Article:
Until enrolling in the program, Dawn had to learn the hard way: on the job. "I didn't have any formal training when I started here in 1997 as a Quality Control Inspector. Sure, I had taken a few one-day workshops here and there, but that was it," she notes. Then in 2013, her new supervisor reminded her that the company offers a tuition reimbursement program and suggested that she see if there were any courses that might fit her needs.

 So Dawn hit the computer, did a Google search, and found several potential programs—but only one that really caught her eye. "The UConn name popped out to me. I knew of its outstanding reputation; after all, I'm from Syracuse and we are arch rivals with UConn! I called the Program Director, Professor Paul Bureau, and also talked with Donna Campbell, who supports the eCampus program students. They were so helpful every step of the way; they even held a seat for me while I was waiting for the reimbursement funds to come through. And during the entire two-plus years I was in the program, they bent over backwards to answer questions and resolve any tuition reimbursement issues I had."

Not knowing what she didn't know

From the moment Dawn began the first course, AH 3570 – Health and Safety Management in the Workplace, she quickly realized how much she didn't know. "I had stumbled my way learning on the job. But that first course was a total eye opener.” Everything started to fall into place as she began learning the 'whys' behind all of the Occupational Safety and Health Administration (OSHA) regulations and her workplace safety policies. A lot of the course information had been reinforced through real-life experiences, which made retaining the information much easier.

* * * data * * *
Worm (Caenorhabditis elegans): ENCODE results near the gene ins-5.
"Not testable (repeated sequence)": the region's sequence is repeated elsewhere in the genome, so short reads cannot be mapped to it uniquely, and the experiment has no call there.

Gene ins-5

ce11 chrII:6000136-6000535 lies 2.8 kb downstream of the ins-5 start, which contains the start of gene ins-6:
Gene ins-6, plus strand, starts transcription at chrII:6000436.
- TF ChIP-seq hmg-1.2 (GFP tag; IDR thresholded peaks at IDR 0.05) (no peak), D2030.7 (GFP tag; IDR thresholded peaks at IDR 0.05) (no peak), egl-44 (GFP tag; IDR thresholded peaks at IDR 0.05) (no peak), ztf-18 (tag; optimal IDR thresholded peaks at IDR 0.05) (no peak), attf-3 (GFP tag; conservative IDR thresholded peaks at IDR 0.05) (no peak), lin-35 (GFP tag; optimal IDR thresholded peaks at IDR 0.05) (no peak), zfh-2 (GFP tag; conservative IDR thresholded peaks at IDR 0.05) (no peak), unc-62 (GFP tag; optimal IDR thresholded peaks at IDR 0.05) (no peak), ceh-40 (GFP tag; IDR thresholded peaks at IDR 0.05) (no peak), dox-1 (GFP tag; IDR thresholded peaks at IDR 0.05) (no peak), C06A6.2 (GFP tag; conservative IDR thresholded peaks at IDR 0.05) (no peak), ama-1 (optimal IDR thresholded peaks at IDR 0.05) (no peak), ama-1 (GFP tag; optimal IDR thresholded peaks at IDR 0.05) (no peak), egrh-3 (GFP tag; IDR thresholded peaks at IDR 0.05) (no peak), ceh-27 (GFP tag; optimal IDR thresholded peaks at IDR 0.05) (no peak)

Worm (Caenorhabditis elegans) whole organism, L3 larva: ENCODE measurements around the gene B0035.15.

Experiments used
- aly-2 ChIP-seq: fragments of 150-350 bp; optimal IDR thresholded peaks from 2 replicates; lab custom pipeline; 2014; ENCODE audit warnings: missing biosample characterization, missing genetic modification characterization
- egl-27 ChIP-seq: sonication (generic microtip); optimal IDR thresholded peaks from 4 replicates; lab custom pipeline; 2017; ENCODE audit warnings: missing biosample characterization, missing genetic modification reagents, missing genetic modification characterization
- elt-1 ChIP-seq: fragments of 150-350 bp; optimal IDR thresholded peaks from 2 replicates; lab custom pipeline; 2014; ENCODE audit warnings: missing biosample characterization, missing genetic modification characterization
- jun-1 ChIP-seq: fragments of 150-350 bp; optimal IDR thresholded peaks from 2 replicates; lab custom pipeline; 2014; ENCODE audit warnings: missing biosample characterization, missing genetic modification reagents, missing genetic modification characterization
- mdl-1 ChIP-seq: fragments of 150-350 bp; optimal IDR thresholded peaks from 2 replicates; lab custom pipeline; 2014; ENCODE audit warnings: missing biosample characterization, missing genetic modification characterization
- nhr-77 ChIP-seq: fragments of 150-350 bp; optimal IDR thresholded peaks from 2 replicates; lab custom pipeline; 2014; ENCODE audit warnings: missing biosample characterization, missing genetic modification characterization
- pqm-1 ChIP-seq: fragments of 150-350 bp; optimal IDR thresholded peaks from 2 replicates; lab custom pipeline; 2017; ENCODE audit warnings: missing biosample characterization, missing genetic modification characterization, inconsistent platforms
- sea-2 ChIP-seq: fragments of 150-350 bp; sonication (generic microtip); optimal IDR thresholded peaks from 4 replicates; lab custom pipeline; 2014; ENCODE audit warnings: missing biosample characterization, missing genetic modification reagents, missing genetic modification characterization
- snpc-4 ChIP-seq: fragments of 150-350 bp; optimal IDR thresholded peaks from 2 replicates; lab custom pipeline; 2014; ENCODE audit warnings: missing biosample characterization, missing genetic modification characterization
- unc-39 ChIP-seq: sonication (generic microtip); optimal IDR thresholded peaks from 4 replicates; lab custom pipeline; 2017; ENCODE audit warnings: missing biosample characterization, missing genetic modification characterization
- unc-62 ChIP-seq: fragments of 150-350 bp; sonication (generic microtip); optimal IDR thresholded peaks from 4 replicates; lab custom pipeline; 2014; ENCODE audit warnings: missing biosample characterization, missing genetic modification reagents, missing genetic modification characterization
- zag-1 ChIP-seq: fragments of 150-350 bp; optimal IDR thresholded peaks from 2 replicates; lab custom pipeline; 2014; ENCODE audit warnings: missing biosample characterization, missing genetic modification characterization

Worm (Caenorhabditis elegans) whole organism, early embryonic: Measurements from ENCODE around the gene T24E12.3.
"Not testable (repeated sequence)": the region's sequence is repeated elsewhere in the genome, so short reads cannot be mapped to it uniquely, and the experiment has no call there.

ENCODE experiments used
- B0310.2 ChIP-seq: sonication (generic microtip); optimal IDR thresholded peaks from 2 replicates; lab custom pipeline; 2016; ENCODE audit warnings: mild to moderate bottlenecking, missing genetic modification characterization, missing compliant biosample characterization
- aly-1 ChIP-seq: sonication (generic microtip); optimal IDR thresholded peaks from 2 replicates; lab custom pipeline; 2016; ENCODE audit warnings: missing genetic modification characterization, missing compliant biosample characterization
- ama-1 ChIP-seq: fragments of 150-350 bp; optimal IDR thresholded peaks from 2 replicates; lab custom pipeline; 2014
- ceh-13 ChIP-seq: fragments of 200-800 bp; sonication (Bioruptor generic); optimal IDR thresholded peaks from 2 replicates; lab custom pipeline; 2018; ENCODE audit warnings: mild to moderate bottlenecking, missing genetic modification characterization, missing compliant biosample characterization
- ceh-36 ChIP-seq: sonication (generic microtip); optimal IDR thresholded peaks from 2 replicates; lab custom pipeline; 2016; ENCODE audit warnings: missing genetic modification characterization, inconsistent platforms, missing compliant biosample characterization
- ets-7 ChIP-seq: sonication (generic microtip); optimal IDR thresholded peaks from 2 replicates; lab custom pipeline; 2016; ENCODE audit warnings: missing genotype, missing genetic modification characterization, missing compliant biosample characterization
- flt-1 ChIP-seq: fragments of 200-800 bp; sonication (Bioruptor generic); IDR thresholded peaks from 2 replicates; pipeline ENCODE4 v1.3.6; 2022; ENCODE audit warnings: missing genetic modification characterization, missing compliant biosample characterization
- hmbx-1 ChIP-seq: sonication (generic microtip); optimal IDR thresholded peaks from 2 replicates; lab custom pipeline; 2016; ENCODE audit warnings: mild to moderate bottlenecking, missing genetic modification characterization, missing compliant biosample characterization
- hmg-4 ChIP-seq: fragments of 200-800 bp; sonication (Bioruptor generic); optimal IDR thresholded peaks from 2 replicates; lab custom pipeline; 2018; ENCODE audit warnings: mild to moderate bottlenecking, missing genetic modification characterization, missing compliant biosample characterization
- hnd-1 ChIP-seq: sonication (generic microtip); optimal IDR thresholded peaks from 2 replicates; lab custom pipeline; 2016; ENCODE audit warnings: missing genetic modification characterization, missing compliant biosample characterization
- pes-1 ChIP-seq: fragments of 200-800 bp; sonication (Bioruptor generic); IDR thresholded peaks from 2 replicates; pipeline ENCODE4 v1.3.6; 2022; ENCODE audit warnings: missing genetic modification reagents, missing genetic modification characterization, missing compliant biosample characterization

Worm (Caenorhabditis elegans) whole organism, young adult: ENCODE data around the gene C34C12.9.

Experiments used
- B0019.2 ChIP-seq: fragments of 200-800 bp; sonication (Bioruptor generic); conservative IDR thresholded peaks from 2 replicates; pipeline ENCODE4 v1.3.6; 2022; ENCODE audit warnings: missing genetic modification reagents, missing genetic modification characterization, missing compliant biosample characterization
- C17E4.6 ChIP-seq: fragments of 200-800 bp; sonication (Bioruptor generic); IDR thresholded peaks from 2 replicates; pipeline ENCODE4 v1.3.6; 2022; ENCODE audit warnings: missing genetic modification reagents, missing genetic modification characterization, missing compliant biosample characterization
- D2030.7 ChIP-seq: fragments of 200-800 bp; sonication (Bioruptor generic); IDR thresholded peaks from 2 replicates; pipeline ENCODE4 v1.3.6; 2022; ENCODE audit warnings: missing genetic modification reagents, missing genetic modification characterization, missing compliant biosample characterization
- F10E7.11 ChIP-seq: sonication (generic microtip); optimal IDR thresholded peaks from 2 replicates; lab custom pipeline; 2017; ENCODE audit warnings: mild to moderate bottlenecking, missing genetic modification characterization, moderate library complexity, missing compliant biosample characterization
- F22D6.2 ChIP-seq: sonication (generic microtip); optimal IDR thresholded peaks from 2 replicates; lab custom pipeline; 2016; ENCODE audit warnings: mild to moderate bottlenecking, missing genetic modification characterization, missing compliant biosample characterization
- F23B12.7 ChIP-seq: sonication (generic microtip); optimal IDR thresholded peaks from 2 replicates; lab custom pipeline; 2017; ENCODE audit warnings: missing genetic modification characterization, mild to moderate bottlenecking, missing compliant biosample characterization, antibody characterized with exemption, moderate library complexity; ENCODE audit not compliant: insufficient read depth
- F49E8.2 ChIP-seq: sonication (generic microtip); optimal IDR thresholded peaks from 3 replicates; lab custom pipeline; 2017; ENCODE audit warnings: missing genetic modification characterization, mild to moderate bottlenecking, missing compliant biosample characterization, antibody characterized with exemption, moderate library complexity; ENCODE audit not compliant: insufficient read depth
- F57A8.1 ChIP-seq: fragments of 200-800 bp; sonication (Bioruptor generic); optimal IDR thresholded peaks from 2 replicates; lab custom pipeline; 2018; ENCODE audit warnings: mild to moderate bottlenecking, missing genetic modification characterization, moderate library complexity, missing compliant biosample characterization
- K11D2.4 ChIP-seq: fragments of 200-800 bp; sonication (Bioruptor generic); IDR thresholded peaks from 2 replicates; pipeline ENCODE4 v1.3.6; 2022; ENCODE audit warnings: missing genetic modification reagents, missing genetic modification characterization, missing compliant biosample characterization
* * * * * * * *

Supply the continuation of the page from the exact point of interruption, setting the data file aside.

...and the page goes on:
“All of the professors were helpful and responsive," she adds. "I could shoot off an email in the morning before work, and I would almost always hear back by that evening when I got home."

Online is easier, right? Wrong!

So what about the online format? Did it meet Dawn's expectations? Dawn says that when she was in college, she had done a few of her undergraduate courses online. So the platform was not entirely foreign. But when she started with the UConn online program, she was in for a big surprise.

"Some people think online courses are easier, but they aren't—at least not the UConn courses," says Dawn. "I found that they were much more intensive than classes I had taken at SUNY. So if you are considering this program, be prepared to work. Each week focuses on a specific topic. The professor assigns reading materials, along with a corresponding question to which each student is required to provide an online comment, as well as asked to respond to three other students' comments. It took a lot of thought and concentration, so I consciously structured my time, putting aside a couple of hours every night to read the materials and participate in the online discussions."

Up at 4:30 a.m. with her diabetic cat